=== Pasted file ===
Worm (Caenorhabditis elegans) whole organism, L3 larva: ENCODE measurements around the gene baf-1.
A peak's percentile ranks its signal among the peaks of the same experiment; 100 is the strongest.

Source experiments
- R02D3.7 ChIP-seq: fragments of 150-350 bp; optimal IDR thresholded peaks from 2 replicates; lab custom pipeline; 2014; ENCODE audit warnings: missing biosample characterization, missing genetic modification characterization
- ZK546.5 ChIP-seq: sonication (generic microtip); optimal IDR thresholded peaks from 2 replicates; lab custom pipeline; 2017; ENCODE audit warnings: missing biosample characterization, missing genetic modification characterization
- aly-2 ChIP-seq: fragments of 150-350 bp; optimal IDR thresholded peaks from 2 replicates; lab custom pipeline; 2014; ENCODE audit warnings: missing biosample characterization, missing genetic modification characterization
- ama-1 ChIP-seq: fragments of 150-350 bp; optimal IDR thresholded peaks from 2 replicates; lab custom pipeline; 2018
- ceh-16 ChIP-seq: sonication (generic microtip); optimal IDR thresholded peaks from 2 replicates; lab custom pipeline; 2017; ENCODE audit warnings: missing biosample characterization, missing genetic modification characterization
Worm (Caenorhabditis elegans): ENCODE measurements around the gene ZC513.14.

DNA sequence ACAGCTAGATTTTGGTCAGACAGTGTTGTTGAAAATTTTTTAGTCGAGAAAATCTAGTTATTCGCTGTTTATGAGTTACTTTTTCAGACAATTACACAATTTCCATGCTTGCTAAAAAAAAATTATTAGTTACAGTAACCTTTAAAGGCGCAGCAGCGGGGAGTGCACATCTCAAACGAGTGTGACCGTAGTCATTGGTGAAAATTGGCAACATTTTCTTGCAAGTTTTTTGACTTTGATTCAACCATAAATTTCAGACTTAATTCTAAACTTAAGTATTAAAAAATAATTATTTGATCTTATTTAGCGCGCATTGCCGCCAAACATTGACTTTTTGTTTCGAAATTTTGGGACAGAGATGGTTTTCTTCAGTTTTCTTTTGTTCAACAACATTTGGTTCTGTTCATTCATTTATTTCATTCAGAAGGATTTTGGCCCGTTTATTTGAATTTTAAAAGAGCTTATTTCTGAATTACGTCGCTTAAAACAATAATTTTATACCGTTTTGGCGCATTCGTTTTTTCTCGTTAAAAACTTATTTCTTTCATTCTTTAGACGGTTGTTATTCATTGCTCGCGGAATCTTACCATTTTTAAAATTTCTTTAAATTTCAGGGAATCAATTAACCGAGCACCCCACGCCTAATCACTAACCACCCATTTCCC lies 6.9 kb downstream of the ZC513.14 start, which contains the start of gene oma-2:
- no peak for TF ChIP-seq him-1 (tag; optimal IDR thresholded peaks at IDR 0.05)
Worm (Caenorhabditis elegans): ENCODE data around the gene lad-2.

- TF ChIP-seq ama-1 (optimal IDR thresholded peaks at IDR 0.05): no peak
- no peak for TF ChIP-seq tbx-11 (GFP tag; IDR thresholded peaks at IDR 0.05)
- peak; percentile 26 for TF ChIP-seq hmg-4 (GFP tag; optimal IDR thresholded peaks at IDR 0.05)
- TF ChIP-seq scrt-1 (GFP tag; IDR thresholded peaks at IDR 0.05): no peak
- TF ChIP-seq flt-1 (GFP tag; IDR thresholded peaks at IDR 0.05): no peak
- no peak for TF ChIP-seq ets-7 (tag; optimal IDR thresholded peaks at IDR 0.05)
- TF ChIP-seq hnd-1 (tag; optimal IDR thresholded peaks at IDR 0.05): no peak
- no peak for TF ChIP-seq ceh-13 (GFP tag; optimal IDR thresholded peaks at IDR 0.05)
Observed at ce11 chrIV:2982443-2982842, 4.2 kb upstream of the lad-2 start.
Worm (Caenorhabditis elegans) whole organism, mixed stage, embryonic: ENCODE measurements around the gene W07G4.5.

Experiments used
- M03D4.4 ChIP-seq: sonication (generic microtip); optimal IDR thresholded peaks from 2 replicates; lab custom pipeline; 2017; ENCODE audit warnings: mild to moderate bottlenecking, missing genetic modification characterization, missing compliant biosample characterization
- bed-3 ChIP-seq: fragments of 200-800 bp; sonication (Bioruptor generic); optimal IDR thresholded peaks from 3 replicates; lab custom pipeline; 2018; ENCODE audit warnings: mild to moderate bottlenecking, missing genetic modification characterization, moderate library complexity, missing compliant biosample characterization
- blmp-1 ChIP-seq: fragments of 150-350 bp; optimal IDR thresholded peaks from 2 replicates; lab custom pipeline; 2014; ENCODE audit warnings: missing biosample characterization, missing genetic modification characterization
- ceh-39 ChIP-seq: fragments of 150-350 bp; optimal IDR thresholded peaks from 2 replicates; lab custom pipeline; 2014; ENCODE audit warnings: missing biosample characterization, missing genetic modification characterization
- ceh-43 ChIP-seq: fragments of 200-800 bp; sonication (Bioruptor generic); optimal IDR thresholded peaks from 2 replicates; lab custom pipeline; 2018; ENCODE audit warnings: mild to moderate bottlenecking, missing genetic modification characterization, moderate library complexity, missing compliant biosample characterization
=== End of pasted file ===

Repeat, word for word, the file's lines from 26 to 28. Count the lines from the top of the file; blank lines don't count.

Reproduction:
- blmp-1 ChIP-seq: fragments of 150-350 bp; optimal IDR thresholded peaks from 2 replicates; lab custom pipeline; 2014; ENCODE audit warnings: missing biosample characterization, missing genetic modification characterization
- ceh-39 ChIP-seq: fragments of 150-350 bp; optimal IDR thresholded peaks from 2 replicates; lab custom pipeline; 2014; ENCODE audit warnings: missing biosample characterization, missing genetic modification characterization
- ceh-43 ChIP-seq: fragments of 200-800 bp; sonication (Bioruptor generic); optimal IDR thresholded peaks from 2 replicates; lab custom pipeline; 2018; ENCODE audit warnings: mild to moderate bottlenecking, missing genetic modification characterization, moderate library complexity, missing compliant biosample characterization